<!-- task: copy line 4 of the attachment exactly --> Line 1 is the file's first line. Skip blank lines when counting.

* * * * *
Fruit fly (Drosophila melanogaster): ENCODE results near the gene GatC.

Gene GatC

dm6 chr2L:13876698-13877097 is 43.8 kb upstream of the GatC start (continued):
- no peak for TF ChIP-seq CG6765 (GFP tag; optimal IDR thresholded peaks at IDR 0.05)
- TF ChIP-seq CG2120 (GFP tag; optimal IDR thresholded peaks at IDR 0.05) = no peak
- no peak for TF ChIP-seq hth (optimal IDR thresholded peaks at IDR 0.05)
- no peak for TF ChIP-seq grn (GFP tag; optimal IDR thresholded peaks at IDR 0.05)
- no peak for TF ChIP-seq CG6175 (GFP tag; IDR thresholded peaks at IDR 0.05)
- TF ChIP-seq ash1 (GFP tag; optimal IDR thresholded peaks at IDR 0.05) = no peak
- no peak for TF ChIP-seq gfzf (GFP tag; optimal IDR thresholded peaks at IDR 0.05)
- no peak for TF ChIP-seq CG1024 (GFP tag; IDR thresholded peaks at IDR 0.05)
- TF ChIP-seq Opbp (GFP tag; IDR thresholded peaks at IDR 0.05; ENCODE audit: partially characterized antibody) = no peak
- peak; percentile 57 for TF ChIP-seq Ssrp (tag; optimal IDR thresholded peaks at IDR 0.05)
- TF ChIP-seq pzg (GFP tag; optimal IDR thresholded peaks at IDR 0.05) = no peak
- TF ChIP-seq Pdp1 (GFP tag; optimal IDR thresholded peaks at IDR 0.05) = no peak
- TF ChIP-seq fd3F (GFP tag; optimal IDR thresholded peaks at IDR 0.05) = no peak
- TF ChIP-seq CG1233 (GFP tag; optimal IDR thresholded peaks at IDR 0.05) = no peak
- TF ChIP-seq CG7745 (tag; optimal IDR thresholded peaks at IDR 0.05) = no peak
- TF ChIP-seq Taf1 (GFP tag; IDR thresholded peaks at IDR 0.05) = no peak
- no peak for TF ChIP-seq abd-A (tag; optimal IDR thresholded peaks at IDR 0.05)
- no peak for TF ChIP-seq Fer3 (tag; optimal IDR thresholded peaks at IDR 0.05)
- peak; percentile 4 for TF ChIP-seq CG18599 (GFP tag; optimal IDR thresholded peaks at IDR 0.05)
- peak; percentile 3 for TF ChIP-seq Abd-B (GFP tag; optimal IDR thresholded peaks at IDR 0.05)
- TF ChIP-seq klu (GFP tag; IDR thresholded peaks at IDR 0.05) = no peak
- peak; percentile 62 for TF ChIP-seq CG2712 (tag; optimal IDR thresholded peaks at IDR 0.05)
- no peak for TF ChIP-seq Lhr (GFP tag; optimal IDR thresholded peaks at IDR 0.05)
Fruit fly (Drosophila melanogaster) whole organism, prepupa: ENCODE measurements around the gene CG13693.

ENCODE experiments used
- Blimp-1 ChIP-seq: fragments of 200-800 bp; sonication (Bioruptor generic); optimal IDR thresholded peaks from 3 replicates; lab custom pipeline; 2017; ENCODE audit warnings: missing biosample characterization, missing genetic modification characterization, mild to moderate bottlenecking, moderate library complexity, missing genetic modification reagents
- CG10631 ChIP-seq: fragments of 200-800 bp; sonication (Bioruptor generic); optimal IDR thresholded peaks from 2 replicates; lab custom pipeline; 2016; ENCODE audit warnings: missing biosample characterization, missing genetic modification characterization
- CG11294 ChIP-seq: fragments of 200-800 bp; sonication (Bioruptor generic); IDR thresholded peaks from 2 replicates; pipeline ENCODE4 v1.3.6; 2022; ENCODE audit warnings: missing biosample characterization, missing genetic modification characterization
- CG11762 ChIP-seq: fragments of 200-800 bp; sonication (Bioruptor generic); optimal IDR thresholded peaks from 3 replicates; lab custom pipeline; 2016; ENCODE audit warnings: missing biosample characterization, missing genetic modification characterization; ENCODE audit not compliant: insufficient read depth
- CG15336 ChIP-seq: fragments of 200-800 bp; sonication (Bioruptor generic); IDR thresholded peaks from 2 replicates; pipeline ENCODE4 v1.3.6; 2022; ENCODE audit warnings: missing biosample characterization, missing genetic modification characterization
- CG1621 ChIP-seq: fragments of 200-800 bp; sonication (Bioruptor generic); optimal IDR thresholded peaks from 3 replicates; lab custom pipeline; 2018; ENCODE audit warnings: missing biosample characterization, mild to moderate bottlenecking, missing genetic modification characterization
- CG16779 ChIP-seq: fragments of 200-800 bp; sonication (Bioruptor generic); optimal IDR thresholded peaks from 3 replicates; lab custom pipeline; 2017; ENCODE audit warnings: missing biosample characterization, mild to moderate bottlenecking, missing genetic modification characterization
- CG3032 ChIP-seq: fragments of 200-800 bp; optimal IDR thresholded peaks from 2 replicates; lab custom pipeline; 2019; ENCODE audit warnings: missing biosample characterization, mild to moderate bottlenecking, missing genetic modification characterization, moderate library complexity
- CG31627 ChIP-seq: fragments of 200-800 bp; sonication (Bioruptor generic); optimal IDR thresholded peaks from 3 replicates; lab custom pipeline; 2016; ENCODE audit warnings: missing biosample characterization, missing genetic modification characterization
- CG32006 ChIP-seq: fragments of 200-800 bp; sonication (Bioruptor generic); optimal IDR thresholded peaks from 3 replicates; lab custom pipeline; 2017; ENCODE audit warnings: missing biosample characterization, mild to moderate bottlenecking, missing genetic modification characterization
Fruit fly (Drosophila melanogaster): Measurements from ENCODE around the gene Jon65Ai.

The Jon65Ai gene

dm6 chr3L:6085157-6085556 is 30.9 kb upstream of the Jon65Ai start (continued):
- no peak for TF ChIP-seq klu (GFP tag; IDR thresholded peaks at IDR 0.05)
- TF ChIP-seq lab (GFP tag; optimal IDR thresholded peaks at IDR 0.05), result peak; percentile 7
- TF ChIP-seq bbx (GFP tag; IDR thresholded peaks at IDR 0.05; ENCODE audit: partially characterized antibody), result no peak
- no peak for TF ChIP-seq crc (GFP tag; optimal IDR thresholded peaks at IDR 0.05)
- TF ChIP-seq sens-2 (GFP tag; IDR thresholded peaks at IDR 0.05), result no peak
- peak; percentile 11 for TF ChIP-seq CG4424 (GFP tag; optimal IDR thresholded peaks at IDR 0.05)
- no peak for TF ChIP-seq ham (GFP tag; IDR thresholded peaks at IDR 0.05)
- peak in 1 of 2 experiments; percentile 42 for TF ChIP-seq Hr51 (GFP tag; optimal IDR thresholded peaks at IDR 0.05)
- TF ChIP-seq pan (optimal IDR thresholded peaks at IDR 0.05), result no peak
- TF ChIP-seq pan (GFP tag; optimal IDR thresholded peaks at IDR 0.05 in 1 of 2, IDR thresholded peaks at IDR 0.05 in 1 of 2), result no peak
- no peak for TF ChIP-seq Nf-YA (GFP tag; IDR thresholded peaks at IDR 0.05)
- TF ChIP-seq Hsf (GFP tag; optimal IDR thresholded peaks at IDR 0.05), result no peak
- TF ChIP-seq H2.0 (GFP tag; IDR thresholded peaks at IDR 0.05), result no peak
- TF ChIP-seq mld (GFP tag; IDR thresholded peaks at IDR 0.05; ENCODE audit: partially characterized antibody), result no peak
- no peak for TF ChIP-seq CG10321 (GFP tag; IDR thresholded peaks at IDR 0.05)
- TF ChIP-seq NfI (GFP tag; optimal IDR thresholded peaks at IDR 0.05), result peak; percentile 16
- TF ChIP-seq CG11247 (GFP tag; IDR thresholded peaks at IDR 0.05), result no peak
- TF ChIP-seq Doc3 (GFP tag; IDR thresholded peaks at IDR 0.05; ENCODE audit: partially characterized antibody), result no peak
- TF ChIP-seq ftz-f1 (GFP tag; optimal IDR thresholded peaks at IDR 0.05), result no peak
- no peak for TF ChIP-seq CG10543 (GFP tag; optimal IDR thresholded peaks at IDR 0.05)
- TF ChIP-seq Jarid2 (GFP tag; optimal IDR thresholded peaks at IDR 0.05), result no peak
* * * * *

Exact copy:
- no peak for TF ChIP-seq CG6765 (GFP tag; optimal IDR thresholded peaks at IDR 0.05)